A crucial link in a long-awaited pedestrian and bicycle trail to the north of Rogue Valley Manor and St. Mary’s School is about to get built in east Medford, but it comes with a 75-percent higher price tag than expected.
Medford City Council last week approved a $1,756,202 contract to have JRT Construction LLC complete the 3,500-foot stretch of the Larson Creek Greenway from Ellendale Drive to Black Oak Drive. Construction will begin soon and under the terms of the contract with the city must be completed by Oct. 19. There is already a 1,500-foot section from the Bear Creek Greenway to Ellendale, and there are other stretches of the trail system east of Black Oak and adjacent to a fish-bearing stream.
The price is $750,000 more than earlier estimates, driven up by the need for a second pedestrian bridge, fencing to protect private property and the purchase of rights of way from St. Mary’s, Barnett Townhomes and Rogue Valley Manor.
The trail is part of a long-range plan to create an east-west path from Bear Creek to Prescott Park around Roxy Ann Peak. Once built, the trail would become the designated bike lane for Barnett Road.
The project has not been without controversy, including from a townhouse project and from St. Mary’s parents concerned about homeless people hanging out along the path.
“There is an unsavory element and people on the bike path who can be scary,” said Frank Phillips, president of St. Mary’s.
He said homeless campsites have been found along Larson Creek near the school in recent years. But Phillips said he personally welcomes the trail.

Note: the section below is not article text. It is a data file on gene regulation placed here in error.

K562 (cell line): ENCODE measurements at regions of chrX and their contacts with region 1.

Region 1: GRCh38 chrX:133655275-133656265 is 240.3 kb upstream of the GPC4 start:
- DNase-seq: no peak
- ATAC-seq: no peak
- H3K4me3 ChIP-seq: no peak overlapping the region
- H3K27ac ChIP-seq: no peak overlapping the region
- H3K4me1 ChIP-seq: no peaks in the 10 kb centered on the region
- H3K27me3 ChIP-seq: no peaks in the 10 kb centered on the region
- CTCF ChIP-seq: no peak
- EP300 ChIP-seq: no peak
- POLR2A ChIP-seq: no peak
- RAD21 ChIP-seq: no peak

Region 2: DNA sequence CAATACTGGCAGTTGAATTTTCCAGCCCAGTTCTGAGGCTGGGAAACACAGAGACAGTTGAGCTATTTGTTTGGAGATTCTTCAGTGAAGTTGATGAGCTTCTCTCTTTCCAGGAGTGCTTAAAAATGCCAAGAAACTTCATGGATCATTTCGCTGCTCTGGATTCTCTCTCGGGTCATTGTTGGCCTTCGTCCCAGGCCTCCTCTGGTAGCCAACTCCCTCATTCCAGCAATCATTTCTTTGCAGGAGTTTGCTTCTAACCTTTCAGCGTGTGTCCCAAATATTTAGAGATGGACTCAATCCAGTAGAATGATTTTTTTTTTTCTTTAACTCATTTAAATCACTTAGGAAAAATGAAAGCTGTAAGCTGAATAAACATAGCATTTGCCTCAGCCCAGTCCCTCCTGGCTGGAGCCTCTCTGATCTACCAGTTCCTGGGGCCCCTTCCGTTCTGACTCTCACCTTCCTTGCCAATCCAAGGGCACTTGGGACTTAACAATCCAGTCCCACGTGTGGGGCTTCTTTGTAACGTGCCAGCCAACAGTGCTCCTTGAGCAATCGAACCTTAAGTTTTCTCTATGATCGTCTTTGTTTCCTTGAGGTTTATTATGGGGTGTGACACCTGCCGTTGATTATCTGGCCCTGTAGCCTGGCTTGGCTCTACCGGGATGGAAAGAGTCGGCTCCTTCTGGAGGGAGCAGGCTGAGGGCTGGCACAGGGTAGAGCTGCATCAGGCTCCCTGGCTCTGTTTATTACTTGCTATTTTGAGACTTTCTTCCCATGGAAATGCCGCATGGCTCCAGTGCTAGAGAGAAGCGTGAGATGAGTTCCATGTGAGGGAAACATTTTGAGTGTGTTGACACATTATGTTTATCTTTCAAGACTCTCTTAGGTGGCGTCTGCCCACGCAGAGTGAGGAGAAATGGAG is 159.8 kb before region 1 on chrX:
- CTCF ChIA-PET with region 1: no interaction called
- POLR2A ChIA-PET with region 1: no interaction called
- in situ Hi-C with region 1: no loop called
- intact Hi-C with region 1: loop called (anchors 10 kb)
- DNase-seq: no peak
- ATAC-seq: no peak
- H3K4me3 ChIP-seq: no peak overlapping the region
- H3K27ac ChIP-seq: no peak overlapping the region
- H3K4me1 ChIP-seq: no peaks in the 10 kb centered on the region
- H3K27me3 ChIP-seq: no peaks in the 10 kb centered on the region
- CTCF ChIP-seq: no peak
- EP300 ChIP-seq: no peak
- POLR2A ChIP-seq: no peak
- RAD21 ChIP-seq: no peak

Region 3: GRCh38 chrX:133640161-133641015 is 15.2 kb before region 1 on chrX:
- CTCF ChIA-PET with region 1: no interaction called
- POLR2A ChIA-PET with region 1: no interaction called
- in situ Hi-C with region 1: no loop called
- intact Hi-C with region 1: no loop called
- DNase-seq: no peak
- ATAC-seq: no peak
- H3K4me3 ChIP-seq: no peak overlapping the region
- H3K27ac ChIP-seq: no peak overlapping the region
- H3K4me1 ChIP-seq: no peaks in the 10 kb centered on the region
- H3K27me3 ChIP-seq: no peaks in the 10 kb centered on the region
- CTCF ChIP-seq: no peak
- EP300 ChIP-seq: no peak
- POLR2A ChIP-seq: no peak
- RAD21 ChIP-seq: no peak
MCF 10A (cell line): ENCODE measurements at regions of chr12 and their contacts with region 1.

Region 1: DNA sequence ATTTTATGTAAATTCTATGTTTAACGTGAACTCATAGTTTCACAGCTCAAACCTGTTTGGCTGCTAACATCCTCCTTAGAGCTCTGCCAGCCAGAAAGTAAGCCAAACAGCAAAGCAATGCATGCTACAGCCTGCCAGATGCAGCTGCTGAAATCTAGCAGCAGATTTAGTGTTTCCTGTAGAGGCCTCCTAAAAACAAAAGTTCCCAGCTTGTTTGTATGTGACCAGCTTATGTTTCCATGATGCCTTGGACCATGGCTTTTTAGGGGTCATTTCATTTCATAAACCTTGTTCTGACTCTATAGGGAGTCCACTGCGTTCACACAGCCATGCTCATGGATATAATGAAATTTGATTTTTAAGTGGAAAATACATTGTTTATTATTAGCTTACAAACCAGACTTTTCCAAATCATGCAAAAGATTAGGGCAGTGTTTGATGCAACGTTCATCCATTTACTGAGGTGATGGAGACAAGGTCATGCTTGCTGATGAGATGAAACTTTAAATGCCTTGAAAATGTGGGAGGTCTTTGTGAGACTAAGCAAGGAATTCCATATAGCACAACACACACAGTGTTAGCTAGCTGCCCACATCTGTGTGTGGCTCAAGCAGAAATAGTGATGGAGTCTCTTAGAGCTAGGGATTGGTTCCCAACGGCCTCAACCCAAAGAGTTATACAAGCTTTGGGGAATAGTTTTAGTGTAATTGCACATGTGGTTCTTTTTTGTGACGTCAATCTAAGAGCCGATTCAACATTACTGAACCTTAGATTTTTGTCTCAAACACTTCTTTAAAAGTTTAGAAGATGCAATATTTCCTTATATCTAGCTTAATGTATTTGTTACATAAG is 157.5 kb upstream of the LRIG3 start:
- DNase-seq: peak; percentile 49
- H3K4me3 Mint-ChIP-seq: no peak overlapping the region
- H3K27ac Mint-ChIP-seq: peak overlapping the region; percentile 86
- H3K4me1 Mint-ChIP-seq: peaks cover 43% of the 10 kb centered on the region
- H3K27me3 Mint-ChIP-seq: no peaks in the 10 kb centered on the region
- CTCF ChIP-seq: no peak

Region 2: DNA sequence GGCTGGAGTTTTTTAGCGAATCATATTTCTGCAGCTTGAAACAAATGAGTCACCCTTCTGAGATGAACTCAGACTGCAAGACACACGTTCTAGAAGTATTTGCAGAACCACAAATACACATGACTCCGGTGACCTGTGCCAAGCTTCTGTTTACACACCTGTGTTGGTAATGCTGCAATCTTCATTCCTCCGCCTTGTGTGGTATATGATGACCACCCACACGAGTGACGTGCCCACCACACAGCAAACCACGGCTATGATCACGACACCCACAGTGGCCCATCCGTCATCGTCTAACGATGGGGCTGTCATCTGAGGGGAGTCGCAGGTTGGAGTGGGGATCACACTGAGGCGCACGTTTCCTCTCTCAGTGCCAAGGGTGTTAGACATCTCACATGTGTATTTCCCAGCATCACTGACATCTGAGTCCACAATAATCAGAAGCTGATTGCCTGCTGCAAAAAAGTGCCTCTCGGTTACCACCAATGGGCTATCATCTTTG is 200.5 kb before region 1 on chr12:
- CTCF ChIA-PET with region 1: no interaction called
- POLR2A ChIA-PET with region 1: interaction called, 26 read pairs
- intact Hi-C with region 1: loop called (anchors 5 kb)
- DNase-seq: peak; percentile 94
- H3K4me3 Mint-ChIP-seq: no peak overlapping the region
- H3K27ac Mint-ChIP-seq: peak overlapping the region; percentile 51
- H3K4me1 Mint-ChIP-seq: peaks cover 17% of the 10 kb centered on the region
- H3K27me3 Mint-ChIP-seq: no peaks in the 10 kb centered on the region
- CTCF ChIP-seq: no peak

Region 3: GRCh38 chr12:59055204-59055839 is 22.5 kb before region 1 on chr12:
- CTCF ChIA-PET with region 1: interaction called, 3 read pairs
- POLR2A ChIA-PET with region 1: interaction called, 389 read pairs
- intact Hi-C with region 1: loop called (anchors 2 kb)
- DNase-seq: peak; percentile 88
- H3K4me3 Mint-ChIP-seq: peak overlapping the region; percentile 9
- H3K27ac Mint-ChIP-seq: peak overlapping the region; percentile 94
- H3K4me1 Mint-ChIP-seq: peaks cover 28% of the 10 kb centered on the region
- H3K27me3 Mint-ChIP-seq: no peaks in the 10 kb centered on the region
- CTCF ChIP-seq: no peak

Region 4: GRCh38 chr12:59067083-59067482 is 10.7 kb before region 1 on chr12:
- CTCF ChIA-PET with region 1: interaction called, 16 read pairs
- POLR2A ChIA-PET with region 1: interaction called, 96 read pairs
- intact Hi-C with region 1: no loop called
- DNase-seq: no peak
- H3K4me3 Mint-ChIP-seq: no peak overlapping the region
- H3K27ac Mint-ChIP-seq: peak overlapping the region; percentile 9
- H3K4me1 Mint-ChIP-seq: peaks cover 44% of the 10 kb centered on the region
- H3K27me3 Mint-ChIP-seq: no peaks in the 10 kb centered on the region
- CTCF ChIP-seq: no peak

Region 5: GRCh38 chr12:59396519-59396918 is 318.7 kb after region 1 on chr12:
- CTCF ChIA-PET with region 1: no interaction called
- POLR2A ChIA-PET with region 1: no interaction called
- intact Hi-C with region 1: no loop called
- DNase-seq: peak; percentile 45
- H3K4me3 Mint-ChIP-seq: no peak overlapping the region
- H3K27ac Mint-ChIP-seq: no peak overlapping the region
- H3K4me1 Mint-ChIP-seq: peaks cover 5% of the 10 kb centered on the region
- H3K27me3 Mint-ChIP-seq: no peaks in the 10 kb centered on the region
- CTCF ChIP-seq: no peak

“I look forward to using that bike path myself,” he said.
Cross-country teams at the school also plan to use it.
He said the city plans to install an 8-foot-high fence along the path, with three locking gates to allow access for the school.
The school provided right-of-way for the path along its northern border.
Phillips said he has heard about the trail since he first started working at the school in 1989, and he wondered whether it would ever be completed.
“Here we are 30 years later, and it’s happening,” he said.
In 2014, City Council worried about the trail’s impacts on 12 townhouses after the owners complained the trail would run a few feet from the backs of their properties, which overlook the golf course.
Many property owners purchased their townhouses assuming they owned the land some 10 to 12 feet behind their decks up to a chain-link fence abutting the golf course. However, the property line is actually much closer to the townhouses, in some cases just off their back deck.
Some of the property owners have expressed concerns about vandalism or illegal camping once the trail is extended.
Oregon Department of Fish and Wildlife officials also raised concerns about the potential loss of habitat from building the trail close to Larson Creek. Along some areas of the creek, little natural habitat remains.
ODFW found the multi-use path would result in a net loss of riparian habitat. For every 64 feet of trail, the city would plant three trees to partially offset vegetation loss. Any vegetation that is disturbed will be replaced and invasive species will be removed. Other native vegetation is expected to be added to provide shade for the stream.
Cory Crebbin, director of Medford Public Works, said the city used right of way obtained from the Manor to push the trail away from the townhouses. Also, the trail is only 10-feet wide instead of the typical 12-feet to provide more of a buffer with the backyards.
A black metal fence will be built next to the townhouses instead of a chain-link fence.
Crebbin said the city has agreed to restore much of the riparian corridor along the creek.
Original planning documents, used to base earlier estimates of just over $1 million for the trail in 2015, didn’t take into account the second pedestrian bridge, right-of-way issues and fencing requirements, Crebbin said.
Once built, the trail will be the only dedicated east-west cycle and pedestrian route in Medford.
“This is definitely a missing link,” Crebbin said.